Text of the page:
NewsChina limits travel in Guangdong province over Covid-19 cases

China limits travel in Guangdong province over Covid-19 cases


Beijing, China:¬†Following the discovery of the Indian strain of the coronavirus in the country’s most populous province, Chinese officials imposed further travel restrictions, grounded flights, and tested thousands of citizens in Guangdong on Monday.

Beginning at 10:00 p.m. on Monday, travelers leaving Guangzhou, the capital of the southern province with a population of 100 million people, must present negative Covid-19 test results from the previous 72 hours, according to a city notification made late Sunday.

On Monday, Guangzhou, an industrial powerhouse north of Hong Kong with a population of almost 15 million people, reported 18 new local cases of the coronavirus, creating concern in a country where domestic transmission has been mostly controlled.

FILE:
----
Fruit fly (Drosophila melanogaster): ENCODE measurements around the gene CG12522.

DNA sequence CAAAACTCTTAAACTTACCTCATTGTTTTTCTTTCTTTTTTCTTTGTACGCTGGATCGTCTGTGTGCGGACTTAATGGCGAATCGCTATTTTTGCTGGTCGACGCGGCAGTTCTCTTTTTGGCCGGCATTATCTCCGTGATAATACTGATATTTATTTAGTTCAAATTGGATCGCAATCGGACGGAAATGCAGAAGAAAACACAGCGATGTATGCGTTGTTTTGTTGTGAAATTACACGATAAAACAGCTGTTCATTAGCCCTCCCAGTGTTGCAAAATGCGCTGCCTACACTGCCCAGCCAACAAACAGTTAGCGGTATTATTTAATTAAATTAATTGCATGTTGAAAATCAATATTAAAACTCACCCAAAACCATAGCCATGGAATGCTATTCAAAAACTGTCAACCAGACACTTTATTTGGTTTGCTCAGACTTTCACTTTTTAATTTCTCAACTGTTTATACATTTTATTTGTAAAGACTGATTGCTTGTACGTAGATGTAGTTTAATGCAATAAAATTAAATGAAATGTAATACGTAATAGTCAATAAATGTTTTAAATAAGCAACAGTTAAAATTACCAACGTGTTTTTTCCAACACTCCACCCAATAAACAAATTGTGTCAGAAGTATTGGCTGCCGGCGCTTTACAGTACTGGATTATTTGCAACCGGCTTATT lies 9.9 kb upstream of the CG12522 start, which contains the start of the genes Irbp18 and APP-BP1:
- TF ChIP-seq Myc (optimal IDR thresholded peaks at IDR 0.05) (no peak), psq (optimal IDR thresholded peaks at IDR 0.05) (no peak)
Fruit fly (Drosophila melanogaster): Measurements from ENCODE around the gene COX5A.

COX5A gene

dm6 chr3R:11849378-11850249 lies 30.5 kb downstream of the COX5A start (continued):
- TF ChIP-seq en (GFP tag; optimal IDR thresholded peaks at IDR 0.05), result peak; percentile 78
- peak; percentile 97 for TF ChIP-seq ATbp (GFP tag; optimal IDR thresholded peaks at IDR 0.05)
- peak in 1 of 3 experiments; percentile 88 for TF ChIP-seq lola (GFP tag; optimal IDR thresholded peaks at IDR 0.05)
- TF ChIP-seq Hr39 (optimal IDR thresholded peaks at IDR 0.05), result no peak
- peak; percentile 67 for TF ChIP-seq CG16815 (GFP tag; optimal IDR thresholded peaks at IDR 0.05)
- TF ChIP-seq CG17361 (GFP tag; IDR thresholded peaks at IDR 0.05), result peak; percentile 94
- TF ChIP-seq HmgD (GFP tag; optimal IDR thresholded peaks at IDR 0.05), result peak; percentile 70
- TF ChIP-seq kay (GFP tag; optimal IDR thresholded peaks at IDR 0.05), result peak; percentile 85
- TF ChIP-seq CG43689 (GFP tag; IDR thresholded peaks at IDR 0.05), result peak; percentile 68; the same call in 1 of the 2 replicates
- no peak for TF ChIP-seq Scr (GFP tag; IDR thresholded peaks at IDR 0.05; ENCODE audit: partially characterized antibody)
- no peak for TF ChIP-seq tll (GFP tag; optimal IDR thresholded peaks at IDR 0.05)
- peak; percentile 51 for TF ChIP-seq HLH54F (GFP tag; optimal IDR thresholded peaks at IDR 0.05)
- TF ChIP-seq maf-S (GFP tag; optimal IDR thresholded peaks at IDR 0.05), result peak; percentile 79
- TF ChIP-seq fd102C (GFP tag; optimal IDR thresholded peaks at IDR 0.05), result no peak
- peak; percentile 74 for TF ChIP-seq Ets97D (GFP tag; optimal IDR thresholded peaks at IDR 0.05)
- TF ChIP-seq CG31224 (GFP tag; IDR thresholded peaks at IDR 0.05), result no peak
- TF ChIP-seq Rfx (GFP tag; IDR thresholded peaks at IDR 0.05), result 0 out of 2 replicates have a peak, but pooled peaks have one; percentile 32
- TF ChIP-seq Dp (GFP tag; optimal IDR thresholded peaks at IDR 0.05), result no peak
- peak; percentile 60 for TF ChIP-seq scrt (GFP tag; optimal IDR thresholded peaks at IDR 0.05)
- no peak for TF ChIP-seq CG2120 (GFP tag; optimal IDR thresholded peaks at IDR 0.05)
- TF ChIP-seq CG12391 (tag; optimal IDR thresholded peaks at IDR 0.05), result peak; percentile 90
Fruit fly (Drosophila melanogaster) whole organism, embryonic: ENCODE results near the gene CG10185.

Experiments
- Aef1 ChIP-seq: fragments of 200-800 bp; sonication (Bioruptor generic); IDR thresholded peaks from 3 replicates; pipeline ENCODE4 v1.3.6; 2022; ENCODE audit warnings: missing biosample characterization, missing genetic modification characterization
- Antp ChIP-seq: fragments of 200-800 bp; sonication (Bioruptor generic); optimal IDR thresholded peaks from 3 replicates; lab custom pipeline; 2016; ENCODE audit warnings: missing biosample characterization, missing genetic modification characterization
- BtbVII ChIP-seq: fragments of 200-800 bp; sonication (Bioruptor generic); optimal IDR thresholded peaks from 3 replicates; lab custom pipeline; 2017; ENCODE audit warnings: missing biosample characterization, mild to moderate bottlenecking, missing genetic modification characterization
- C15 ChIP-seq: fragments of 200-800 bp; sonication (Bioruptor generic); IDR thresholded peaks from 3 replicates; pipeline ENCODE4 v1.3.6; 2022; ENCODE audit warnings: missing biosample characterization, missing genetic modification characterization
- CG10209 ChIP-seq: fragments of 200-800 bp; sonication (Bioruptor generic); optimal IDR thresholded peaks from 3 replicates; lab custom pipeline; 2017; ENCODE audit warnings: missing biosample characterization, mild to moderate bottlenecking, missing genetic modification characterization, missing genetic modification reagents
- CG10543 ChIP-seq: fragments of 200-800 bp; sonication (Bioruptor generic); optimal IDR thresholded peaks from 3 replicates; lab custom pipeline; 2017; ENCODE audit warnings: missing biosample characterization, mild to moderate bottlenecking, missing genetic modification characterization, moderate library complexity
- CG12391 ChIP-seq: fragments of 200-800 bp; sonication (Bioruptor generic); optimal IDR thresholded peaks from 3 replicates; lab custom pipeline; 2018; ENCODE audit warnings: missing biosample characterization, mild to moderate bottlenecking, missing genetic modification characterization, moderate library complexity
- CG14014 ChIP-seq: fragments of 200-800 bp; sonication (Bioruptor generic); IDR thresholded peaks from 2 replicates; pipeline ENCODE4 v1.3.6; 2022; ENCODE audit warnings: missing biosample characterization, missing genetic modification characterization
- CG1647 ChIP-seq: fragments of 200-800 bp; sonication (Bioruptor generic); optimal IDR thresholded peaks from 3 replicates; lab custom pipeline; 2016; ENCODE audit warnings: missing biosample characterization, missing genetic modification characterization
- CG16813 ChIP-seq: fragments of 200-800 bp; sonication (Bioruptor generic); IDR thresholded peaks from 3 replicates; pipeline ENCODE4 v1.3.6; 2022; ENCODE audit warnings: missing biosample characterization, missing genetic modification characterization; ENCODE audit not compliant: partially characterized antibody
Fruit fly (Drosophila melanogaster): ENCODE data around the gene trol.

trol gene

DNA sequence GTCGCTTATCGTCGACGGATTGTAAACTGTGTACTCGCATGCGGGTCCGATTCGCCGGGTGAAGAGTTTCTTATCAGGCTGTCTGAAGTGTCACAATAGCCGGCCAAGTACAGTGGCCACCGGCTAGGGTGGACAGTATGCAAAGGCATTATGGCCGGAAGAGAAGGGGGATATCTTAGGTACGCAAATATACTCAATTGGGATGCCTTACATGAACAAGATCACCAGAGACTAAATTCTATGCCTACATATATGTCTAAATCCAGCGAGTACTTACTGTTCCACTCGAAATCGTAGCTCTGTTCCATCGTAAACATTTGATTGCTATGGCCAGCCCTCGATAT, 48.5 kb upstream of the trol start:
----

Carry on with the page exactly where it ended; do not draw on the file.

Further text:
After local cases were identified in the last week, Guangzhou officials ordered people of entire districts to be tested for the virus, while the neighboring towns of Foshan and Shenzhen, which border Hong Kong, also initiated widespread testing.

According to aviation monitor VariFlight, hundreds of flights out of Guangzhou’s Baiyun International Airport have been canceled as of Monday afternoon.

At a press briefing on Sunday, local health director Chen Bin revealed that the patients in the current Guangzhou outbreak were “all infected with the fast-spreading type found in India.”

On Saturday, a neighborhood in Guangzhou’s downtown Liwan area was shut down, with markets and schools closed and inhabitants told to stay indoors.

Except for those in their final year of high school, all high school pupils in the city have been instructed to stay at home and attend lessons online.

Since mid-2020, life in China has nearly returned to normal, with officials addressing occasional breakouts with vigorous testing and isolated quarantines.

Travelers entering China from outside the country must endure lengthy hotel quarantines, with major cities recently increasing quarantine laws in response to fears about foreign diseases.



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